The Second Transubstantiation, One in the Eucharist – 25 September 2015

“The Eucharist is “the source and summit of the Christian life.” (CCC 1324)

The idea of living the sacramental life is to order all that we do and all that we are, by way of our intentions and invocations, to be one with Jesus Christ. We can live in union with Jesus in our most ordinary of circumstances each day. Yet, both the foundation and the pinnacle of the sacramental life are found in the sacraments themselves. As per the Catechism, “The sacraments are efficacious signs of grace, instituted by Christ and entrusted to the Church, by which divine life is dispensed to us.” (CCC 1131) They are efficacious, or produce the intended effect in our souls, in order to sanctify us. The sacraments are the source and continuation of the divine life of Jesus Christ for the world. Indeed, the whole liturgical life of the Church revolves around the seven sacraments. These are, of course: Baptism, Confirmation, Eucharist, Penance, Anointing of the Sick, Holy Orders, and Matrimony. Christ did not leave us orphaned when He left this world. (Jn.14:18) Rather, Jesus said, I am with you always, to the end of the age.” (Mt.28:20) When Jesus founded His Church, the Catholic Church, He intended to continue on living amongst us through the grace of His sacraments and the power of the Holy Spirit. Christ does act directly through His Church via the sacraments. Jesus’ real presence endures. He is with us always.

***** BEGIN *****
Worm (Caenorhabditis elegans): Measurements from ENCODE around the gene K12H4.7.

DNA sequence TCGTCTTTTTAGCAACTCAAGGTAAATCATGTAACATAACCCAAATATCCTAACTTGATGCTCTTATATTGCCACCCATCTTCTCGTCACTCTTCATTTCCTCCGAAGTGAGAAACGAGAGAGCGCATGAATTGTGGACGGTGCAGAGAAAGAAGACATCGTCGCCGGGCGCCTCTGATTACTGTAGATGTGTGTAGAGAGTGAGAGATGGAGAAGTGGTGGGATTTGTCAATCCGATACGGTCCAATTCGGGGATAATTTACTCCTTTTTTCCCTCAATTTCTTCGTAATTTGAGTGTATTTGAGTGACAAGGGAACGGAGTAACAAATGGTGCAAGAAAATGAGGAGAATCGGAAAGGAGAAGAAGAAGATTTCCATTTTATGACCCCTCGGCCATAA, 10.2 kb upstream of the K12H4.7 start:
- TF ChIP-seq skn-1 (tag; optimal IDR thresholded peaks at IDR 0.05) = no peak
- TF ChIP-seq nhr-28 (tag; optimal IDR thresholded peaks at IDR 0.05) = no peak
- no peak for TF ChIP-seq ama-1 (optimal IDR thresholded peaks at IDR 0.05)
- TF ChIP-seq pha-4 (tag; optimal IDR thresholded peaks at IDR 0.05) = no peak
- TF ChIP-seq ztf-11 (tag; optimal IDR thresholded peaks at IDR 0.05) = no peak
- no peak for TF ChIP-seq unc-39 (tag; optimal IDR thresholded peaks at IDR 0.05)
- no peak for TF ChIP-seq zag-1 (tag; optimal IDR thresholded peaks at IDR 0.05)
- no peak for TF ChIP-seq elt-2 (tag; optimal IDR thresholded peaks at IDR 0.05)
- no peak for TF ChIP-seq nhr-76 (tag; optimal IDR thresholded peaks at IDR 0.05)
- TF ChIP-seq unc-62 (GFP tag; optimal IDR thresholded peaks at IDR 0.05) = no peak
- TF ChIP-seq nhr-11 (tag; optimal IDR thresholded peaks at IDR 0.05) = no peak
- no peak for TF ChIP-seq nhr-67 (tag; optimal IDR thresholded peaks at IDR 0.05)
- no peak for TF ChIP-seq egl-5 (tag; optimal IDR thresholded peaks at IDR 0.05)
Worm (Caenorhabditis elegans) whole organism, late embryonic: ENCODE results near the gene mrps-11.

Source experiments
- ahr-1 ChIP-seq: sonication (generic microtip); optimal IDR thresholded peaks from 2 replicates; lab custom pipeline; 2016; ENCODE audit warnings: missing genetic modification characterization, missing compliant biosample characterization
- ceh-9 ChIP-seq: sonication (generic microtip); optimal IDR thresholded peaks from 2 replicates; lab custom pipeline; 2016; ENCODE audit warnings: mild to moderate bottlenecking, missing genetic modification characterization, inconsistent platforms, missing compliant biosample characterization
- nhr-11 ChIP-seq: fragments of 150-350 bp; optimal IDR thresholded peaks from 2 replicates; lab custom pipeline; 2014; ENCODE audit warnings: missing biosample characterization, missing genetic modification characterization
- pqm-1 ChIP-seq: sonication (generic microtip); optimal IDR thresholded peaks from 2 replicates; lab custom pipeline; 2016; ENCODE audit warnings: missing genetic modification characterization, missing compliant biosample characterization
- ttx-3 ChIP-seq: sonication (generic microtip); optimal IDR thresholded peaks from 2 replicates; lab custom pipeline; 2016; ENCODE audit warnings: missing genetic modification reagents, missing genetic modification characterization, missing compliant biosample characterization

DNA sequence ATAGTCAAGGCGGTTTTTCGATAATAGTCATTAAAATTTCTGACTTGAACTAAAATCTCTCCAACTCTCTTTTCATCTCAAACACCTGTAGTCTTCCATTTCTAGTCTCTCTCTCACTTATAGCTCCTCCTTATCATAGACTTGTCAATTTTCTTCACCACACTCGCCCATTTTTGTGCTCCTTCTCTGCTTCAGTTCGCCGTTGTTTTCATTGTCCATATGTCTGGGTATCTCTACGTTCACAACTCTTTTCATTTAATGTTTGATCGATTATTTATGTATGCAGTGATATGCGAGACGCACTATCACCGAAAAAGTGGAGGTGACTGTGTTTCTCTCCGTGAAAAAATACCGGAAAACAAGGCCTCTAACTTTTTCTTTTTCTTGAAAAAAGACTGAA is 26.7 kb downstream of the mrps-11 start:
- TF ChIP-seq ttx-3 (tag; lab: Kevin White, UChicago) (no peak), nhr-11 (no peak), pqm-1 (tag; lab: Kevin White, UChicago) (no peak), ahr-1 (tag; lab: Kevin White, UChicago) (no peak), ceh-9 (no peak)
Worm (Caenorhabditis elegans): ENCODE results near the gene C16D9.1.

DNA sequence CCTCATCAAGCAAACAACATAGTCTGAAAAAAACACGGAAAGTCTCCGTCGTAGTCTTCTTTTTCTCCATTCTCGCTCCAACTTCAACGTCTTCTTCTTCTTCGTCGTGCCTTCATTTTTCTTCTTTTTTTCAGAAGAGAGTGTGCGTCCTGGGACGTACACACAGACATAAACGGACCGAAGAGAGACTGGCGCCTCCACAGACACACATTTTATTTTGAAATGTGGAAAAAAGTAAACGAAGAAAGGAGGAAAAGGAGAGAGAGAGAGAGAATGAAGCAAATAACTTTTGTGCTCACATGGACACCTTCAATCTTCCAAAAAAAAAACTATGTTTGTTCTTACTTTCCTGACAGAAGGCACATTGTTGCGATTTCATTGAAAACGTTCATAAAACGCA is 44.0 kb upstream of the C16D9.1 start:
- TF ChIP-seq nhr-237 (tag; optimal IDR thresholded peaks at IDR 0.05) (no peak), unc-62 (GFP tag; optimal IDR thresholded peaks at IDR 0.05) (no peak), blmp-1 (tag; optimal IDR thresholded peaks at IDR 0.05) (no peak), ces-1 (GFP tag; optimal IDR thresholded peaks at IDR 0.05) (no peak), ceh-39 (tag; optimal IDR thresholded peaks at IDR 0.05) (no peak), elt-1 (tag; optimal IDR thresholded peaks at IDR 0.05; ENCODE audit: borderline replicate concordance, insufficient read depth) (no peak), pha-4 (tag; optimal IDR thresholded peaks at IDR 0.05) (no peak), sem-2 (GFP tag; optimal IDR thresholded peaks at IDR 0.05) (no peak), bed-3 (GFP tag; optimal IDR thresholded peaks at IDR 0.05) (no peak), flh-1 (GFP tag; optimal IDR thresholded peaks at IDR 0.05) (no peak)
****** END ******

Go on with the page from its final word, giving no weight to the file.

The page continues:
These sacramental celebrations are, in fact, rituals instituted by Christ that are woven together with signs and symbols (CCC 1145) that “make present efficaciously the grace that they signify.” (CCC 1084) They are outward signs, a visible activity, which reveals the invisible reality. St. Augustine described them as “an outward and visible sign of an inward and invisible grace.” The washing by water in Baptism is the sign of the true reality of God’s spirit washing away our sin. However, these are not just symbols or symbolic, but rather, “real symbols,” which truly are what they represent. They are efficacious symbols that reveal a hidden reality. The water, as symbol, infused with sacramental grace does truly sanctify us in reality, albeit a hidden reality. It does what it symbolizes. In them, we proceed from the visible to the invisible and from the sign to the thing signified. Sign and reality are one. Initiation into the sacraments is to initiate us into the mystery of Christ (“mystagogy”). (CCC 1075) For the early Christians, the faith wasn’t simply going to Church on Sunday, it was an all-encompassing faith, sacrament-alizing their lives, living in communion with God and with each other. The sacraments lead us to Christ, drawing us ever deeper into His mystagogy. They draw their power from Christ Himself. For Christ Himself is the ultimate sacrament of God-made-present, just as the Church too, as the Mystical Body of Christ, is the efficacious sign, or sacrament, of Christ in the world.